In § 164.514(d)(2), we are proposing that the covered plans and providers would take action upon the request as soon as possible but not later than 30 days following receipt of the request. We considered the possibility of not including a time limitation but rather imposing a “reasonableness” requirement on the covered plans or providers. We concluded that the individual is entitled to know when to expect a response. This is particularly important in the context of health information, where an individual may need access to his or her information in order to make decisions about care. Therefore, in order to determine what would be “reasonable,” we examined the time limitations provided in the Privacy Act, the Freedom of Information Act (FOIA), and several State laws.
If the entity had fulfilled all of its duties under this proposed rule within the required time period, then the entity should not be penalized for any delay by the individual. For example, if, within the 30 days, a provider approves a request for inspection and copying, makes copies of the requested information, and notifies the individual that this information is available to be picked up and paid for at the provider’s office, then the provider’s duty would be discharged under the rule. The individual might not be able to pick up the information for another two weeks, but this extra time should not be counted against the provider.
The Privacy Act requires that upon receipt of a request for amendment (not access), the agency would send an acknowledgment to the individual within 10 working days. (5 U.S.C. 552a (d)(2)). We considered several options that included such an acknowledgment requirement. An acknowledgment would be valuable because it would assure the individual that their request was received. Despite the potential value of requiring an acknowledgment, we concluded that it could impose a significant administrative burden on some of the covered plans and providers. This proposed rule will cover a wide range of entities with varying capacities and therefore, we are reluctant to create requirements that would overwhelm smaller entities or interfere too much with procedures already in place. We would encourage plans and providers to have an acknowledgment procedure in place, but would not require it at this point. We are soliciting comment on whether this proposed rule should require such an acknowledgment.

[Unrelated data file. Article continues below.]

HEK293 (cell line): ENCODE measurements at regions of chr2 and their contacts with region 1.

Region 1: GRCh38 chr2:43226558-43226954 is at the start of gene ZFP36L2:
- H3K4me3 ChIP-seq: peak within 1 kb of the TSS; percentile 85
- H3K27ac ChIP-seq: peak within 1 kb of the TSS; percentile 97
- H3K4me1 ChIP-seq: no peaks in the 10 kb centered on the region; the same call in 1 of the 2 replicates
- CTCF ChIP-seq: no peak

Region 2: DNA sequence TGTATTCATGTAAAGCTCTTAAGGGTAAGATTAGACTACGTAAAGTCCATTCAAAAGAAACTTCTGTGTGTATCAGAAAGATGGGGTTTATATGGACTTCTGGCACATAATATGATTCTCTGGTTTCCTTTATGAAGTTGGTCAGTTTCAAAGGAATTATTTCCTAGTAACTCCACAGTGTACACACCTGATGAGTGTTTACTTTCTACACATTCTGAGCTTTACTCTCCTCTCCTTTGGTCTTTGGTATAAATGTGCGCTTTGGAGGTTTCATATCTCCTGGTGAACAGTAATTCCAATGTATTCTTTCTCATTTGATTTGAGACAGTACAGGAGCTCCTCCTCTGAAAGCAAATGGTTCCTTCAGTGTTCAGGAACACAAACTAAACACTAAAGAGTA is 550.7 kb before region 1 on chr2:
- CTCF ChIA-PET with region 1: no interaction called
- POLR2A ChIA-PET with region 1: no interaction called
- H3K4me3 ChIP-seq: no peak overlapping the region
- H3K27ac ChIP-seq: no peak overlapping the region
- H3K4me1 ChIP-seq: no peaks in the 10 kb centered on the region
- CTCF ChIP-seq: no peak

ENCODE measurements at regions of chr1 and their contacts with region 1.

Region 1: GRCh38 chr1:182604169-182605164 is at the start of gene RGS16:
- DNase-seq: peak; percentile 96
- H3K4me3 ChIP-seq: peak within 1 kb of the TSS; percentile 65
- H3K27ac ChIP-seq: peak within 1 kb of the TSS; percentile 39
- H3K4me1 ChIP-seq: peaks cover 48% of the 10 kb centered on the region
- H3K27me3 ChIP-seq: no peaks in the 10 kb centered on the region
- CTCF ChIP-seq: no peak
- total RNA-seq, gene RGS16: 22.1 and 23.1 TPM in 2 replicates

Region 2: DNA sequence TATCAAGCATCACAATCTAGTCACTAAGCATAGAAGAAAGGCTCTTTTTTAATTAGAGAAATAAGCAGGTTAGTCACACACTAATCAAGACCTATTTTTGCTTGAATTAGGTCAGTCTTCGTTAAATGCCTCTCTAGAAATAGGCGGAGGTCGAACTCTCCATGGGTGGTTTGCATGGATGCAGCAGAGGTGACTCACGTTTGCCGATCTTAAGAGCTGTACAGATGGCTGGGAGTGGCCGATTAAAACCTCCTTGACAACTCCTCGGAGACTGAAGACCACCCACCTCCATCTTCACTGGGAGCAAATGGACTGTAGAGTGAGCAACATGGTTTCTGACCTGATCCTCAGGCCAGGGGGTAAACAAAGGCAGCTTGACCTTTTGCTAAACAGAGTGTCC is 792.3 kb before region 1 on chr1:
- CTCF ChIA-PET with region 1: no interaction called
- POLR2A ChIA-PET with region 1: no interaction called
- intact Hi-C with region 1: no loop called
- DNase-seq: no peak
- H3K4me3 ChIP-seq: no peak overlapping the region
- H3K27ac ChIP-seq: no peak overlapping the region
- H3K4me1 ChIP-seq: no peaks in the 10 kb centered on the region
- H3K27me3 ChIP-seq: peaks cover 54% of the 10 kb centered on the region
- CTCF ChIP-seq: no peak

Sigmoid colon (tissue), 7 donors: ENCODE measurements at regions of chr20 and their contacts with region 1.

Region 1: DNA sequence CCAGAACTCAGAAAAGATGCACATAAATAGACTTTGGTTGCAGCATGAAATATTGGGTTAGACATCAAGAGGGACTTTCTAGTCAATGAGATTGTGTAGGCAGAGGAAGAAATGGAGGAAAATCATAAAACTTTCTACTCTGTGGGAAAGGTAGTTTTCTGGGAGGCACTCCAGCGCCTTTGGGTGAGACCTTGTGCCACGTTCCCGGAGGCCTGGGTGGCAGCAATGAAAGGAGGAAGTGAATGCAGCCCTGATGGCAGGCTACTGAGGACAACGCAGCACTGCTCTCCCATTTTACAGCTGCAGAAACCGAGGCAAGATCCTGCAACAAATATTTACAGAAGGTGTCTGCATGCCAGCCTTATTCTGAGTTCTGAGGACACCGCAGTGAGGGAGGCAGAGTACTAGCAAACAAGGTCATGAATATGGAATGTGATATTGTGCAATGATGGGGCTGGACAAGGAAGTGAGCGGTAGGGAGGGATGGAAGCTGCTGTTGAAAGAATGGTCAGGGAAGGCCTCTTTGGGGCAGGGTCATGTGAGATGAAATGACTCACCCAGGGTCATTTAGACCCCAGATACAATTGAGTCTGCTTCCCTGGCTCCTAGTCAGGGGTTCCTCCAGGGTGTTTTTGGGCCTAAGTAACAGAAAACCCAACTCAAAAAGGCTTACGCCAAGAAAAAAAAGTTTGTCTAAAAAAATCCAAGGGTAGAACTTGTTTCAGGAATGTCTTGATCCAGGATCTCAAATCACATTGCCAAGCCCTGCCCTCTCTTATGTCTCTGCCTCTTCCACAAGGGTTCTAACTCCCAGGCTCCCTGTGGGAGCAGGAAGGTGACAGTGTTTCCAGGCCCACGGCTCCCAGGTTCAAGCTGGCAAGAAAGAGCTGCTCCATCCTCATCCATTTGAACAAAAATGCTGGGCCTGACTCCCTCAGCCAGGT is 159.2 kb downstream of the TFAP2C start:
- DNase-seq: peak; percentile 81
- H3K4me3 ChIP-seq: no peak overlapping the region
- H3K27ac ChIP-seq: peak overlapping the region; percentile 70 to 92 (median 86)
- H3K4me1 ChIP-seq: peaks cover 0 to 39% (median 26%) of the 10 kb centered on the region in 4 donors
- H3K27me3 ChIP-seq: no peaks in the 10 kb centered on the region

We also considered whether to include specific procedures governing “urgent” or “emergency” requests. Such procedures would require covered plans and providers to respond in a shorter time frame. We recognize that circumstances may arise where an individual will request inspection and copying on an expedited basis and we encourage covered plans or providers to have procedures in place for handling such requests. We are not proposing additional regulatory time limitations to govern in those circumstances. The 30-day time limitation is intended to be an outside deadline, rather than an expectation. Rather, we would expect a plan or provider to always be attentive to the circumstances surrounding each request and respond in an appropriate time frame, not to exceed 30 days.
Finally, we considered including a section governing when and how an entity could have an extension for responding to a request for inspection and copying. For example, the FOIA provides that an agency may request additional time to respond to a request if the agency needs to search for and collect the requested records from facilities that are separate from the office processing the request; to search for, collect, and appropriately examine a voluminous amount of separate and distinct records; and to consult with another entity or component having a substantial interest in the determination of the request. We determined that the criteria established in the FOIA are tailored to government information systems and therefore may not be appropriate for plans and providers covered by this proposed rule. Furthermore, we determined that the 30-day time period would be sufficient for responding to requests for inspection and copying and that extensions should not be necessary. We are soliciting comments on whether a structured extension procedure should be included in this proposed rule.